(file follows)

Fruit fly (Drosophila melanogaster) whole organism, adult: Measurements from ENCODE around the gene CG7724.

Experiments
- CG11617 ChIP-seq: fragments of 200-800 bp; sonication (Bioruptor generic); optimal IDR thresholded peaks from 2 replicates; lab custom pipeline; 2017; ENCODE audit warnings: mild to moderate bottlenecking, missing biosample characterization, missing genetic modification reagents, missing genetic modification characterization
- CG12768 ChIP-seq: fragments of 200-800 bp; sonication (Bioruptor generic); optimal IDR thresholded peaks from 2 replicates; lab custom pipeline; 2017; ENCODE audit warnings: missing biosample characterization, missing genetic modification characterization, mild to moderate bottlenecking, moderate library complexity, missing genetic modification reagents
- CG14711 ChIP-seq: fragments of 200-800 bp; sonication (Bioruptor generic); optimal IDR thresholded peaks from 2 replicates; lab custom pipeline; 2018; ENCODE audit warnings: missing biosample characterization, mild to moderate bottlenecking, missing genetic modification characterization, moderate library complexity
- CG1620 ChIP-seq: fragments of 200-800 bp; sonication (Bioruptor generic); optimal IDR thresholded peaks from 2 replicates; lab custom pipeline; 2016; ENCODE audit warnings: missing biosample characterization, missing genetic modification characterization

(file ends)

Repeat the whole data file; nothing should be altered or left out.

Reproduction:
Fruit fly (Drosophila melanogaster) whole organism, adult: Measurements from ENCODE around the gene CG7724.

Experiments
- CG11617 ChIP-seq: fragments of 200-800 bp; sonication (Bioruptor generic); optimal IDR thresholded peaks from 2 replicates; lab custom pipeline; 2017; ENCODE audit warnings: mild to moderate bottlenecking, missing biosample characterization, missing genetic modification reagents, missing genetic modification characterization
- CG12768 ChIP-seq: fragments of 200-800 bp; sonication (Bioruptor generic); optimal IDR thresholded peaks from 2 replicates; lab custom pipeline; 2017; ENCODE audit warnings: missing biosample characterization, missing genetic modification characterization, mild to moderate bottlenecking, moderate library complexity, missing genetic modification reagents
- CG14711 ChIP-seq: fragments of 200-800 bp; sonication (Bioruptor generic); optimal IDR thresholded peaks from 2 replicates; lab custom pipeline; 2018; ENCODE audit warnings: missing biosample characterization, mild to moderate bottlenecking, missing genetic modification characterization, moderate library complexity
- CG1620 ChIP-seq: fragments of 200-800 bp; sonication (Bioruptor generic); optimal IDR thresholded peaks from 2 replicates; lab custom pipeline; 2016; ENCODE audit warnings: missing biosample characterization, missing genetic modification characterization